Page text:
This Week at the Movies

Aisle Seat Update by Andy Dursin

You know Halloween is just around the corner when we get a pair of major studio productions with supernatural elements in each. I would say, just from my own biased movie-going expertise, that the “must-see” is THE DEVIL’S ADVOCATE, which offers Keanu Reeves in a supposedly believable performance, a naked Charlize Theron, plenty of special effects at the finale, and Al Pacino as Old Scratch himself. We’ll see if Al makes us forget our memories of Walter Huston from DEVIL AND DANIEL WEBSTER, but he looks he’s having fun in the trailer. Director Taylor Hackford and screenwriter Tony Gilroy are coming off their triumph on DOLORES CLAIBORNE, so this seems to have a lot going for it all around. Hackford, by the way, always seems to go beyond the two-hour limit in every film he’s made; this one is no exception, clocking in at 144 minutes!

The other choice this week is Kevin Williamson’s “Scream” follow-up, I KNOW WHAT YOU DID LAST SUMMER, which dusts off one of those old “let’s cover up an accident and don’t tell anyone about it” plots and mixes it up with slasher-style mayhem. Sarah Michelle Gellar and Jennifer Love Hewitt star in this one, along with two guys nobody has ever heard of before, but who cares? Could be entertaining, but I’ll take Pacino over this if given the choice, despite having Buffy herself up on the big-screen.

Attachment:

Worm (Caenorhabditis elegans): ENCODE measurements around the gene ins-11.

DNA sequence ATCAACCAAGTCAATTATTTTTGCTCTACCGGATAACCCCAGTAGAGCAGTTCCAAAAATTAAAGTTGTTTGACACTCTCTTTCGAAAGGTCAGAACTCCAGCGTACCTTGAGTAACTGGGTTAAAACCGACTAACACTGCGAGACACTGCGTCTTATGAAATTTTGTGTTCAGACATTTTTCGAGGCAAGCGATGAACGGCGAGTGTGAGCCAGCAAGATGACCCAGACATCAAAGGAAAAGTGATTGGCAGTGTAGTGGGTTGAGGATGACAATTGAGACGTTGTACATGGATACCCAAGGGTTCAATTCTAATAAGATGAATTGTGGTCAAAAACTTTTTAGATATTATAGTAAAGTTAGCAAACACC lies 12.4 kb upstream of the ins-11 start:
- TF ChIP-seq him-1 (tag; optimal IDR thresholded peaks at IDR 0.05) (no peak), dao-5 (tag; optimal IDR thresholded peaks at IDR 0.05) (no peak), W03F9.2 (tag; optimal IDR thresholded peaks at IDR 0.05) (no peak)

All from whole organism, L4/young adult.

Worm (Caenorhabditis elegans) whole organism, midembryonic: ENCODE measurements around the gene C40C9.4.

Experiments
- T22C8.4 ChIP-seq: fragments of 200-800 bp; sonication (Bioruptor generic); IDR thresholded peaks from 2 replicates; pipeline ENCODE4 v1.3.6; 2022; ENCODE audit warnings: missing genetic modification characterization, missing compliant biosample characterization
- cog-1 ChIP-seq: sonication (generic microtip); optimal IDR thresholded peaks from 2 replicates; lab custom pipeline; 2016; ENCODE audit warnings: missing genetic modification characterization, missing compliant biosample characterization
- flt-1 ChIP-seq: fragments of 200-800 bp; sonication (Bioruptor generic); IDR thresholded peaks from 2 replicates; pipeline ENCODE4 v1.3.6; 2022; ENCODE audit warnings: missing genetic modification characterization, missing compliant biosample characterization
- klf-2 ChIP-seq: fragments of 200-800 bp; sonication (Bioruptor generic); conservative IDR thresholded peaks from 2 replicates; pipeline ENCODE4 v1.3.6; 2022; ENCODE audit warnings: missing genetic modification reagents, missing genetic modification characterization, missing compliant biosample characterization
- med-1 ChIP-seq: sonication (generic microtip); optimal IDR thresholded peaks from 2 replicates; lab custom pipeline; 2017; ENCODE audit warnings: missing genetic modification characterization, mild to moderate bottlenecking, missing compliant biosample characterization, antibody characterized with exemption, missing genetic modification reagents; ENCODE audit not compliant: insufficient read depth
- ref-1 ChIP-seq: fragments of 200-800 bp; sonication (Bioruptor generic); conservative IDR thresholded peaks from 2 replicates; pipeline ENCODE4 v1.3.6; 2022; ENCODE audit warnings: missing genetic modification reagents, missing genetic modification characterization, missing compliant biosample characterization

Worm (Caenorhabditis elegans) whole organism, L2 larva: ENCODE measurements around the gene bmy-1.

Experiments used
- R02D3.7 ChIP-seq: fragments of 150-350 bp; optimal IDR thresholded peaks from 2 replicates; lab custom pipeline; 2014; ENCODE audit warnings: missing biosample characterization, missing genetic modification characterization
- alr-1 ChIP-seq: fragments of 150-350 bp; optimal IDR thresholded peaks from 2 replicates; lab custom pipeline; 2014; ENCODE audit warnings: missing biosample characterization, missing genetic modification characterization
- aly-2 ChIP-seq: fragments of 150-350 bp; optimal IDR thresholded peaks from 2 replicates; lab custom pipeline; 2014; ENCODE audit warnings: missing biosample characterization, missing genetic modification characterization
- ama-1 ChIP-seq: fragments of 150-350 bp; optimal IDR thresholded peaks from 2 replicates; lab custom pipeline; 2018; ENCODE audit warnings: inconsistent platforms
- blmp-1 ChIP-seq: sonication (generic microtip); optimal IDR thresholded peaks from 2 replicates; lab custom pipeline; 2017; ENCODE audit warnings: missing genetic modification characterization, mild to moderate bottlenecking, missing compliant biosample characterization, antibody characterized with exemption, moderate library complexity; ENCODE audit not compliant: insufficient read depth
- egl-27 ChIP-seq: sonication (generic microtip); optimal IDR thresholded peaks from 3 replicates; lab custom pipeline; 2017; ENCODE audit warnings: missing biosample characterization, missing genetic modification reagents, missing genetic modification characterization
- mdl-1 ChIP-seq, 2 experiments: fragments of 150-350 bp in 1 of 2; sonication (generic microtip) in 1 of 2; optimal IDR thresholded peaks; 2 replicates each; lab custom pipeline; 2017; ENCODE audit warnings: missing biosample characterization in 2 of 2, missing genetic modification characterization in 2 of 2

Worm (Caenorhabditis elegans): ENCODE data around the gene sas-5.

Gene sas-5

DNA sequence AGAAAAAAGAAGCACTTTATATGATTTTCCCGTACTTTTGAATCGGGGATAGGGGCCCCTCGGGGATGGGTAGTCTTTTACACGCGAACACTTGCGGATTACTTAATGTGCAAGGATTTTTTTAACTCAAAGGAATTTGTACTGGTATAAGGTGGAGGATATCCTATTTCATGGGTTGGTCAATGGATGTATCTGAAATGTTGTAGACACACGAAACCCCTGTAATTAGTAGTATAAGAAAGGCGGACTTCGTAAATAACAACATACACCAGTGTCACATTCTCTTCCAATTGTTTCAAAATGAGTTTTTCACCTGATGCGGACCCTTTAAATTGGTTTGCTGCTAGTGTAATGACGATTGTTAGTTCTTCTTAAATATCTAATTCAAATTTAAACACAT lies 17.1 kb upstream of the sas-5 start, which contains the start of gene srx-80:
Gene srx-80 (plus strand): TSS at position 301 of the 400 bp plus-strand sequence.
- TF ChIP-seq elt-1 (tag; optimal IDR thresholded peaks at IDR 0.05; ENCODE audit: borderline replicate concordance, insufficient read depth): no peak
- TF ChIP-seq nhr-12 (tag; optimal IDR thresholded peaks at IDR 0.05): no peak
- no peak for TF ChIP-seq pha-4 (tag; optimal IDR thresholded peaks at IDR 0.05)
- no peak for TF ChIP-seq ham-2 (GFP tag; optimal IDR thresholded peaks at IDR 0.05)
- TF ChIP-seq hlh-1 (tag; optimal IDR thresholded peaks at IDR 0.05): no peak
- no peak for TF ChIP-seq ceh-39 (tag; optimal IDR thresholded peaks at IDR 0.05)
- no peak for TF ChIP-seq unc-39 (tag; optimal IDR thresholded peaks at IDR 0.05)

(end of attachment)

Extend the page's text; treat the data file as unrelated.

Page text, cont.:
In case you missed it, ARMY OF DARKNESS was broadcast on the Sci-Fi Channel last weekend, restoring virtually all of the footage contained in the expanded Japanese laserdisc, as well as entirely NEW scenes exclusive to this TV cut! If you didn’t set your VCRs, don’t worry–you get another chance when USA rebroadcasts this version on the weekend of October 24th. Meanwhile, Sci-Fi this week airs a pair of Universal genre films that were also altered (with different footage) for their television airings–John Carpenter’s PRINCE OF DARKNESS (10/18, 7pm) and William Friedkin’s THE GUARDIAN (10/19, 12:30am), the latter so changed that Friedkin had his name removed from the credits (thus, it becomes the “Allan Smithee Cut”!).

Also this week, your cable/satelittle movie channels offer some extremely good and diverse choices. If you missed AMC’s Fifth Annual Film Preservation Festival, be sure to catch their restored version of Hitchcock’s SPELLBOUND (12:30am, 10/16, AMC), with Gregory Peck and Ingrid Bergman. Other intriguing choices include a rare pay-cable showing of RAGGEDY MAN (6:15pm, 10/18, Encore); a probably-letterboxed airing of THE LION IN WINTER (3am, 10/19, TCM), and widescreen versions of IT’S A MAD MAD MAD MAD WORLD (8pm, 10/20, TCM) and THE GREAT ESCAPE (11:30pm, 10/20, TCM).

NOTE: All times are EST, and the day listed begins at midnight (thus, if the day is 10/16, you’ll have to set your timers on 10/15 for the overnight).

We’re going to try and update this column every Monday/Tuesday to set the table, so to speak, for your movie-going and TV-viewing enjoyment each week. Feel free to email me if you scan the listings yourself and see anything intriguing coming up in a few weeks, or if you have any questions or comments. Thanks!